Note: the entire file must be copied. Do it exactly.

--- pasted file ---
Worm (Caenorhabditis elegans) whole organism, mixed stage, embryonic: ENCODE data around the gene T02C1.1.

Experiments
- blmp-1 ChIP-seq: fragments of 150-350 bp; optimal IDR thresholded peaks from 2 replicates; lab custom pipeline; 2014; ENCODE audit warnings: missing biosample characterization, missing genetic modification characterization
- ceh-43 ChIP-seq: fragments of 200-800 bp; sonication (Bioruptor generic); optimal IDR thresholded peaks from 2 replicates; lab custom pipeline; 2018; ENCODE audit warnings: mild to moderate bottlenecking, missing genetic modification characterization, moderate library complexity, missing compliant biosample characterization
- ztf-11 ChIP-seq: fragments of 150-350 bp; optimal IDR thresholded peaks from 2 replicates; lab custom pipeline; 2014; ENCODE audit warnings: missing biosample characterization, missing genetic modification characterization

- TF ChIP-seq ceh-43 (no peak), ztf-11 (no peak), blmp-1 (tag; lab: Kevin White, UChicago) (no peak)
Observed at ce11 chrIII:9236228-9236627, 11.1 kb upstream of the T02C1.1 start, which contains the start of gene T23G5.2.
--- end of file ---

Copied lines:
Worm (Caenorhabditis elegans) whole organism, mixed stage, embryonic: ENCODE data around the gene T02C1.1.

Experiments
- blmp-1 ChIP-seq: fragments of 150-350 bp; optimal IDR thresholded peaks from 2 replicates; lab custom pipeline; 2014; ENCODE audit warnings: missing biosample characterization, missing genetic modification characterization
- ceh-43 ChIP-seq: fragments of 200-800 bp; sonication (Bioruptor generic); optimal IDR thresholded peaks from 2 replicates; lab custom pipeline; 2018; ENCODE audit warnings: mild to moderate bottlenecking, missing genetic modification characterization, moderate library complexity, missing compliant biosample characterization
- ztf-11 ChIP-seq: fragments of 150-350 bp; optimal IDR thresholded peaks from 2 replicates; lab custom pipeline; 2014; ENCODE audit warnings: missing biosample characterization, missing genetic modification characterization

- TF ChIP-seq ceh-43 (no peak), ztf-11 (no peak), blmp-1 (tag; lab: Kevin White, UChicago) (no peak)
Observed at ce11 chrIII:9236228-9236627, 11.1 kb upstream of the T02C1.1 start, which contains the start of gene T23G5.2.